The Paradox of Privilege

the-paradox-principleWhen I was in kindergarten, the teacher de-pantsed a student to punish another student.  I remained quiet in my place to stay unnoticed.  The punished kid became the oppressed, the terrified.  I was happy to be the unchosen.  I wanted to act, but I didn’t.  This was my earliest experience of paradox; the paradox of inaction.  I saw domination; I witnessed the exploitation of power; and I stayed unseen.

My given name is Carl Schwartz; I was born in 1943; my beginnings took place in the housing projects of Brooklyn.  Many ethnicities; people of all ages, and an equality of poverty was my common view.  The landscapes were concrete; hanging wet sheets were our family’s air conditioning; refrigerators required dry ice, and our apartment was four flights up; the steps never got smaller.  The fierce winter winds found me under my dads coat; the occasional tall building fires attracted large groups of stand-by onlookers; and my mother dressed me and fed me dutifully and predictably. At seven years old, we would move across country to Los Angeles.  One history was closing, another was about to begin.

Moving to Los Angeles into a white suburban neighborhood began to exempt me from the necessities that a multi-ethnic neighborhood could have provided.  The early years of diverse living began to disappear and dissolve into an “indistinction of suburbia.”  I knew of all those minority groups; but now many of them became invisible-only heard about.  Black people, the disabled, the “delinquent,” and many others would become sequestered by the cultures’ need to create category.

Photo: I was becoming sheltered from the diversities of life and even sheltered from myself: an open minded expression was not modeled or encouraged.  Being the white majority was the daily reality.  Brown, black, and yellow minorities became infrequent events.  The ‘Hoods’ were where those ‘others’ lived and made noise; where those ‘others’ got in trouble; where those ‘others’ fought and threatened.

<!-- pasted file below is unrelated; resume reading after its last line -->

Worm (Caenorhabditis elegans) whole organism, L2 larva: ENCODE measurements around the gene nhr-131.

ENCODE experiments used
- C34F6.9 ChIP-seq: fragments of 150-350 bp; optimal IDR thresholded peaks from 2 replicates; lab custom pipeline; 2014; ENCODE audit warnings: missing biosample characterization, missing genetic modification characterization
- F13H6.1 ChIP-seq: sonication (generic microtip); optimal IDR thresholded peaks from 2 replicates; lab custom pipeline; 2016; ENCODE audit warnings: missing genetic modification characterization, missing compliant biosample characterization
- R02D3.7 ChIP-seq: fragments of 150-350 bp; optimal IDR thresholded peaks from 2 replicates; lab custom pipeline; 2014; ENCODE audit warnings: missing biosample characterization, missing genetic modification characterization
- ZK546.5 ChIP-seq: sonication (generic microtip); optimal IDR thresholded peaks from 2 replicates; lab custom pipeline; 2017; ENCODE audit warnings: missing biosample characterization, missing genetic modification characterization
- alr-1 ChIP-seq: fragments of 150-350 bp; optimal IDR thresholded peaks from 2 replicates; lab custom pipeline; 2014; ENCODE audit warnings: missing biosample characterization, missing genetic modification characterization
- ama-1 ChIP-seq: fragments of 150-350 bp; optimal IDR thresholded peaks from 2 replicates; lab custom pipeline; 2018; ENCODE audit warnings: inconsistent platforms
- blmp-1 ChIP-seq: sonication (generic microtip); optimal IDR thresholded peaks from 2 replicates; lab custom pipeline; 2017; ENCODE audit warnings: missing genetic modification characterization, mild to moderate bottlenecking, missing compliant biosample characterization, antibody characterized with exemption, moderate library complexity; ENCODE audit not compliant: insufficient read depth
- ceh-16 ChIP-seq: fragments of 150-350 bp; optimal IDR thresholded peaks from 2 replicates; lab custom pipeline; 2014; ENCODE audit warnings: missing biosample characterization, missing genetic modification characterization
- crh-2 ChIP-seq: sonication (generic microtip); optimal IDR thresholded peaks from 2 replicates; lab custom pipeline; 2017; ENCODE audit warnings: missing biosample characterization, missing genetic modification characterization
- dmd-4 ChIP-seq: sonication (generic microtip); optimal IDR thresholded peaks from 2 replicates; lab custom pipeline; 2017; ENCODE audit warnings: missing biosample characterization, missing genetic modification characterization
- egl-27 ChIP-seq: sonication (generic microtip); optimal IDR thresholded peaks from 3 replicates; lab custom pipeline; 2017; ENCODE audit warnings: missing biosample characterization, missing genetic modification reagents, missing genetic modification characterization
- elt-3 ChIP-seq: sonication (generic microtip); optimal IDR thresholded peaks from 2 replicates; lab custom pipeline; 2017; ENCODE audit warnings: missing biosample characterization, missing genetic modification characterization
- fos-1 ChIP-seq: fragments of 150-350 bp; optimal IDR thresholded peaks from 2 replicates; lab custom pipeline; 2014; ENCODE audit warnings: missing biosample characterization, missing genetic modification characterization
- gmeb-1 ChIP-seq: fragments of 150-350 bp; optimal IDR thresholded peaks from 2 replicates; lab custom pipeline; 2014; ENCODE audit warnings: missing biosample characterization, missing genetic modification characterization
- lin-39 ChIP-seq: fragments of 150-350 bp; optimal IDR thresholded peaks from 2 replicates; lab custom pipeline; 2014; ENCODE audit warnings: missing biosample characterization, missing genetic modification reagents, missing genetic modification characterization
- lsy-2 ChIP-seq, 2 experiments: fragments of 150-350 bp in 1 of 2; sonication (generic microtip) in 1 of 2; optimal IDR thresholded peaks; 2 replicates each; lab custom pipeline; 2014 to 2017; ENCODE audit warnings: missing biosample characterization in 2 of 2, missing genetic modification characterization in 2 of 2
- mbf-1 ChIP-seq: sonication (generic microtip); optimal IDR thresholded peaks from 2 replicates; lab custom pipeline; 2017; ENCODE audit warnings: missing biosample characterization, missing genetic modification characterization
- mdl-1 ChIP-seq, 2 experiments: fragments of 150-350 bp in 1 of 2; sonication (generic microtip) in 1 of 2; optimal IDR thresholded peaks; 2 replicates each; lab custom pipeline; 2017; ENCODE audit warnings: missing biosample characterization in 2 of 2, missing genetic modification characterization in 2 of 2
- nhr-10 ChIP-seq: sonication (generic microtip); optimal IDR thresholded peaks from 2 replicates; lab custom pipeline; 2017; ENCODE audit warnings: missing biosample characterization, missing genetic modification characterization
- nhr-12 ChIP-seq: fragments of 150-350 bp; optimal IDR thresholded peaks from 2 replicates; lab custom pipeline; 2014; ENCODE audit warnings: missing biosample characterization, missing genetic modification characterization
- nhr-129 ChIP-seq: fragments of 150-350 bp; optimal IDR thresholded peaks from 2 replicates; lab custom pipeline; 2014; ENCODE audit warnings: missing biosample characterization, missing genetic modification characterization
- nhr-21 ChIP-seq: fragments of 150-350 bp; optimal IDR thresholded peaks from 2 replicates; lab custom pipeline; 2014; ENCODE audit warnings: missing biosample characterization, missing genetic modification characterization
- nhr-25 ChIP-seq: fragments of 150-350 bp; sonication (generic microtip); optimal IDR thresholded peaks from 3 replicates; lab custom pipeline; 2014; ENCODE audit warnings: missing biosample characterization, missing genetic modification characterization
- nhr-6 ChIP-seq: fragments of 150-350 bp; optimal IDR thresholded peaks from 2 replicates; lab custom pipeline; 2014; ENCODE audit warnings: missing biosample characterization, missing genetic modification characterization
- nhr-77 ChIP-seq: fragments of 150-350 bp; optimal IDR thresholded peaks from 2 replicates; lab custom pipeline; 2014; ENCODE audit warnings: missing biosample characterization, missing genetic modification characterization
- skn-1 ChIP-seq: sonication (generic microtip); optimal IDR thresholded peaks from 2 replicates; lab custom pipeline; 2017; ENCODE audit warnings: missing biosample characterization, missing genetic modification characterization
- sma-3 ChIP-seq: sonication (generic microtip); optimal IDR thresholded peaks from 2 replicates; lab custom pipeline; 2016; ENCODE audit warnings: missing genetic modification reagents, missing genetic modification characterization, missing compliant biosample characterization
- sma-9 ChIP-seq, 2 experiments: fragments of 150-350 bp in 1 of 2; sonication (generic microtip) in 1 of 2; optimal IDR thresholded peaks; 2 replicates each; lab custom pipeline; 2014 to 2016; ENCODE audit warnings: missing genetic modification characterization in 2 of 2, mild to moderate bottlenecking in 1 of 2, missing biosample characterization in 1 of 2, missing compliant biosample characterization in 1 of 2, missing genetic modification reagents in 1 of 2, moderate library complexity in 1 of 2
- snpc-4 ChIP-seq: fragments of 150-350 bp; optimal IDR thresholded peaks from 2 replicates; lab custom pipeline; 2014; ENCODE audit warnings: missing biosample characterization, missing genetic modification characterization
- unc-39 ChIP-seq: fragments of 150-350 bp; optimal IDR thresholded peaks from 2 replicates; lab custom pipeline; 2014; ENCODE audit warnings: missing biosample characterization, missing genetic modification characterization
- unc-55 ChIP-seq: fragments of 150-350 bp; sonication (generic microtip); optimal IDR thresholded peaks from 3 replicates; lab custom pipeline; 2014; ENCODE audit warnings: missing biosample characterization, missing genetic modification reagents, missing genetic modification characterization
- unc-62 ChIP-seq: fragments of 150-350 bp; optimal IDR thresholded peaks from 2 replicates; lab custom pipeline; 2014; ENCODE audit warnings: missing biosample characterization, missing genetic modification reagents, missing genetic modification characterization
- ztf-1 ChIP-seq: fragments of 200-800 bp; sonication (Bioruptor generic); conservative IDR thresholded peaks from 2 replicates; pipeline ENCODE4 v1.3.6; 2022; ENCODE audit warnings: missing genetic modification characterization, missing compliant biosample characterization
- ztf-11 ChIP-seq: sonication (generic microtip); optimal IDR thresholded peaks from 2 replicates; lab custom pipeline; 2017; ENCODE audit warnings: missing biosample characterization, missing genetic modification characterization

I knew of these groups because my father, being an activist progressive; often told me about political inequities.  My progressive father would tell me stories and sometimes play the music of his more radical youth, where Marxism and truth became confused.  He sometimes played the freedom songs that represented social justice; the lyrics of the ‘have-nots’ would partly educate me about the socially and economically disadvantaged-the ethnically targeted.  I learned early about the ‘power elite’; I just never guessed I could be viewed as one.

In high school, realizing that I was gay, there was a constant pressure to hide.  The occasional hook-up did not alter the pursued image of me as an academic; a heterosexual, white, Jewish, upwardly mobile guy.  I was being silently immunized against most of the oppressive conditions that marginalized groups encountered, and my protective environment kept me in this privileged position.  I was beginning to sense my status was different than ‘ theirs’.